UBQ chief executive officer Tato Bigio in the factory at Kibbutz Tse’elim, in the Negev. (photo from UBQ)
Garbage is piling up everywhere – in landfills and elsewhere on the ground, in oceans and other bodies of water, and even in outer space. And there is growing awareness that our attempts at reducing garbage through recycling has not worked as first imagined – only a small percentage of what we put in our recycling bins ends up being recycled. However, a new Israeli company offers some hope for improvement.
Based in Kibbutz Tse’elim in the Negev, UBQ is producing plastic pellets out of household garbage. The name UBQ is not an acronym, but an abbreviation of the word ubiquitous, conveying that the problem of garbage is everywhere and ever-present. The company launched in 2018, after six years of research. Its chief executive officer, Jack “Tato” Bigio, recently spoke with the Jewish Independent via Zoom from his office in Tel Aviv.
Originally from Peru, Bigio came to Israel in 1984, when he was 18, to attend the Hebrew University of Jerusalem. In the following years, he went from corporation to corporation, developing his business and management skills, until, in 2012, he joined UBQ.
A concept was proposed: to take household waste, such as paper, cardboard, plastics, diapers, food scraps, etc., and turn it into a thermoplastic composite material. This, Bigio explained, “means turning all this waste into a new plastic that can replace conventional plastic materials made out of oil, to make end products.”
Thermoplasticity is a characteristic of a material that is affected by heat – that is liquid when hot and solid when cool, such as sugar or wax.
“UBQ is a plastic that has mechanical properties … very similar to common plastics made out of oil,” said Bigio.
The UBQ process is able to take any garbage stream and, instead of it going to landfill, converting it – upcycling it – into UBQ plastic, regardless of the exact mix of garbage collected.
“The waste balance will be different in different places, depending on the way they handle the source [garbage],” said Bigio. “If the proportions are a little different, the reaction process of UBQ knows how to handle these differences.
“One of the incredible things we’ve developed is kind of a reactor. Once we know what is in the source of our waste, we can manage a process where different percentages are balanced out in the end material.”
While the exact process, which produces no waste itself, remains a protected secret, Bigio said, “There is enough water in the waste, so we don’t need water. And we will convert the waste, 100% of it, into UBQ material. We don’t use any additives or any chemicals, no accelerates or enzymes. It’s just a very incredible system that involves physical and chemical reactions with temperature … sheer forces, conditions like oxygen, certain gases…. It’s a very green and low-temperature conversion, which makes it really hard to believe.”
All of UBQ’s factory and office trash is recycled in the making of the plastic.
The location of the initial UBQ factory was selected for a number of reasons.
“We chose that kibbutz, which is in the south of Israel, because we wanted to develop this amazing technology in a perfect place to be able to enjoy the practices of being revolutionary – not only in the material and science, but also in the engagement of different communities,” said Bigio. “Today, we have Bedouins, Russians and Israelis working together at UBQ.”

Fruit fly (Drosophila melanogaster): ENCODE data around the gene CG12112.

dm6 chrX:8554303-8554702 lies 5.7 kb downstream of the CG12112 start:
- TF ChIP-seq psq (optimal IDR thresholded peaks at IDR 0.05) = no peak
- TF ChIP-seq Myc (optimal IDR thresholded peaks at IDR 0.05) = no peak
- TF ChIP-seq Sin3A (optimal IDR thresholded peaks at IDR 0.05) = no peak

UBQ plans to open more plants around the world, beginning in Europe. And, soon, consumers around the world will have more opportunities to choose between products made from conventional plastic and those made from UBQ plastic.
“Waste is an unlimited source of material,” said Bigio. “So, if you buy a product made with UBQ, you will not only be enjoying the product you buy – if it’s a box, or chair, or table – but, by buying it, you will be making good with the environment. You’ll be saving waste, you’ll be saving carbon emissions, and it doesn’t cost a penny more than regular plastics…. We’ve come out with a technology that makes our material competitive to regular plastics.
“One of the reasons for it is that we use waste, and waste is a negative cost – they pay us to take waste. The other benefit of UBQ is that it works in temperatures that are very low compared to regular plastics. We work at 200°C; regular plastic made out of oil is between 800 to 1200°C. Also, we don’t use any water, because there is enough water in the waste.”
Though it might take a few years before Canadians have the option of buying things made with UBQ plastic created from our own garbage, products made out of UBQ plastic produced in the Israeli plant are already finding their way into local stores. UBQ products can be recycled just like other plastics.
UBQ opened a second and much bigger plant in the Netherlands, and the list of countries interested in having plants includes Japan, Australia, Singapore, Thailand, Argentina and Chile.
“It will take some time until we reach all these markets, but we expect to be, in the next 10 years, phenomenally dominating the plastic market,” said Bigio.
Right now, landfill waste is something Bigio said “pollutes oceans, rivers, natural environments, and is killing animal life … at the end of the day, it creates a lot of harm to human beings. If you really care about the future or [coming] generations, you better start working on helping make a difference.”
Bigio encouraged others to think innovatively to find new ways of reusing existing materials. “It’s just a matter of wanting to do it,” he said. “Governments, multinational companies … individuals can choose to do the right thing.”
For more information, visit ubqmaterials.com.
Rebeca Kuropatwa is a Winnipeg freelance writer.